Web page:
Asian carp aren't the only invasive species causing trouble in the United States. While the monster fish captures headlines as it inches toward the Great Lakes, other species have already colonized other parts of the country, and are costing plenty of money to control. A finance website has totaled up the toll, listing "10 Invasive Species That Cost the U.S. a Bundle." See if you agree, disagree, or are just surprised by some of the choices. It's always interesting when environmental issues are broken down into dollars and cents. When animals get in the way of people, sometimes the first reaction is to remove the animals from the equation, even with native species like the double-crested cormorant.
The cormorant didn't make this Top Ten list, from Daily Finance, an AOL site. The site based its list on animals and insects that were introduced by humans to correct an imbalance, and species that were once endangered but grew "out of control due to the efforts of concerned scientists and environmentalists to protect them." The list, and why the animal or insect is considered costly:
1. Canada Geese - for endangering public health by soiling parks and lakes, stripping farmers' fields and getting in the way of airplanes;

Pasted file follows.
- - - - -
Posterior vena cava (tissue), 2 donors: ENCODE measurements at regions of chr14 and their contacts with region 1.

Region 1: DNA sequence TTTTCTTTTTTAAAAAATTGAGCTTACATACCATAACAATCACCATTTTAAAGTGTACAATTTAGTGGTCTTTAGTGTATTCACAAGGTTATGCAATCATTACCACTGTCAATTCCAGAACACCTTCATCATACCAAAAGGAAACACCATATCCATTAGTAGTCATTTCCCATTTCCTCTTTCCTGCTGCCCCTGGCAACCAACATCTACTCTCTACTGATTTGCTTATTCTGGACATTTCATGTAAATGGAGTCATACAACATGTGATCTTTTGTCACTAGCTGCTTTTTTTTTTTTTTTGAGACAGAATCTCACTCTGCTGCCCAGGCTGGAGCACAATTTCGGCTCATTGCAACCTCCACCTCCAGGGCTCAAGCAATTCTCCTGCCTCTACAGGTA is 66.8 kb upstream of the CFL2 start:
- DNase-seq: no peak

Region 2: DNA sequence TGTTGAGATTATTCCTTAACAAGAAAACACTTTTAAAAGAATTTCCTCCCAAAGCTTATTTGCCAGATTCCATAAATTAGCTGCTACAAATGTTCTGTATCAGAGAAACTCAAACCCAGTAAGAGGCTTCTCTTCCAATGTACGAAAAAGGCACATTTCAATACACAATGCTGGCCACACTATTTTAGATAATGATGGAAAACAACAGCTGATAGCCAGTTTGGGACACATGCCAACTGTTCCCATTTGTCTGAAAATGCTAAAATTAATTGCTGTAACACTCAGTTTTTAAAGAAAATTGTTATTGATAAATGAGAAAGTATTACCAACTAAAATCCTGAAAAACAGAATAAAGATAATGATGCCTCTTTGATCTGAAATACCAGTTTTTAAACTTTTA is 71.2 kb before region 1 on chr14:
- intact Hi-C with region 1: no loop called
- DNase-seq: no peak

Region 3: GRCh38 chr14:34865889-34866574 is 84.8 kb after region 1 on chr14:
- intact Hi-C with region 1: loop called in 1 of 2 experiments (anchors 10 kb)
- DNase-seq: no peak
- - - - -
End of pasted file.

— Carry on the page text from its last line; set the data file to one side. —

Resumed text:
2. Cownose Ray (below) - for gobbling up the thousands of farmed oysters that wildlife officials have farmed throughout Chesapeake Bay;
3. Asian Carp - for depleting plankton and pushing out other species;
4. Coyotes - for eating cows, sheep and other livestock, and preying on household pets in suburban areas;
5. Pythons - which are capable of eating goats and crocodiles and could eventually pose a major threat to children, pets and livestock.
Rounding out the bottom five are killer bees, starlings, mountain pine beetles, brown tree snakes and Asian mongooses. Some of these are examples of nuisance species, as in ones that are getting in the way of humans. Kind of like the Vaquita porpoise in Mexico.
Who should win out when humans and animals collide? You can say that human life is more important than animal life. You'd shoot a bear that was attacking your child. But many of these 10 threaten more human livelihood than human life. A 2004 study pegged the total environmental damages and losses from invasive species in the U.S. at $120 billion per year, and rising.